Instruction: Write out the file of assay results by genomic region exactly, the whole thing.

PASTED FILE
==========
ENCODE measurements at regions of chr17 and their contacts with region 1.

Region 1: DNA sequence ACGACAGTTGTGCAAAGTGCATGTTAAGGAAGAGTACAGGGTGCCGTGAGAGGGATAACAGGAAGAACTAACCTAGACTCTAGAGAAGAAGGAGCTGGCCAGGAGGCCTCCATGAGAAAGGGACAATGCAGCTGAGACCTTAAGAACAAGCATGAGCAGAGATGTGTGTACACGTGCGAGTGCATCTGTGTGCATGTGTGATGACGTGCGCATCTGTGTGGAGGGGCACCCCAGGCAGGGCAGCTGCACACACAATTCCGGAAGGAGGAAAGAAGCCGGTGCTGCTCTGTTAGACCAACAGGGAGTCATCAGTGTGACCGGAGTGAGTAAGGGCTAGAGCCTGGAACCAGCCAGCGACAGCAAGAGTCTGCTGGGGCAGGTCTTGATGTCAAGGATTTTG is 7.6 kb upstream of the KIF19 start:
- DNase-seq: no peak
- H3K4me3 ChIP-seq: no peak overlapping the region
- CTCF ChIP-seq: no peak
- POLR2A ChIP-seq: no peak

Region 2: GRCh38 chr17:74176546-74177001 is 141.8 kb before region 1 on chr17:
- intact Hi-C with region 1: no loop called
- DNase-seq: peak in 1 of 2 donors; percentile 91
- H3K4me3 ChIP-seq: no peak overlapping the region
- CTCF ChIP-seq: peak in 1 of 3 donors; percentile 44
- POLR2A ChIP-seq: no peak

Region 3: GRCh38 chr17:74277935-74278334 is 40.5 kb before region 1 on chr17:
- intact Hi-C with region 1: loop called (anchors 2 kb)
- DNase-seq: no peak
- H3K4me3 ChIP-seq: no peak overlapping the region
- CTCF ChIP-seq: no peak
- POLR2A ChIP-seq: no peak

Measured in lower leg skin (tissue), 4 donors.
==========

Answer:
ENCODE measurements at regions of chr17 and their contacts with region 1.

Region 1: DNA sequence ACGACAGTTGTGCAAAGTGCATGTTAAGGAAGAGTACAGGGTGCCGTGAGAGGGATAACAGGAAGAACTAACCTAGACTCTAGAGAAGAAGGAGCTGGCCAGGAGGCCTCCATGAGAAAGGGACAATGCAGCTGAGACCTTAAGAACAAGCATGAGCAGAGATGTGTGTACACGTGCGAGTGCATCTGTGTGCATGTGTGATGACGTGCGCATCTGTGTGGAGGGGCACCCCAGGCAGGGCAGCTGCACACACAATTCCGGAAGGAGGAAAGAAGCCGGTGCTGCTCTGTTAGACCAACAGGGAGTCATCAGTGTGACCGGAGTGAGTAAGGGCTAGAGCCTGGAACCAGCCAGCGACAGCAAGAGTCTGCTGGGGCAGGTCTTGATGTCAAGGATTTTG is 7.6 kb upstream of the KIF19 start:
- DNase-seq: no peak
- H3K4me3 ChIP-seq: no peak overlapping the region
- CTCF ChIP-seq: no peak
- POLR2A ChIP-seq: no peak

Region 2: GRCh38 chr17:74176546-74177001 is 141.8 kb before region 1 on chr17:
- intact Hi-C with region 1: no loop called
- DNase-seq: peak in 1 of 2 donors; percentile 91
- H3K4me3 ChIP-seq: no peak overlapping the region
- CTCF ChIP-seq: peak in 1 of 3 donors; percentile 44
- POLR2A ChIP-seq: no peak

Region 3: GRCh38 chr17:74277935-74278334 is 40.5 kb before region 1 on chr17:
- intact Hi-C with region 1: loop called (anchors 2 kb)
- DNase-seq: no peak
- H3K4me3 ChIP-seq: no peak overlapping the region
- CTCF ChIP-seq: no peak
- POLR2A ChIP-seq: no peak

Measured in lower leg skin (tissue), 4 donors.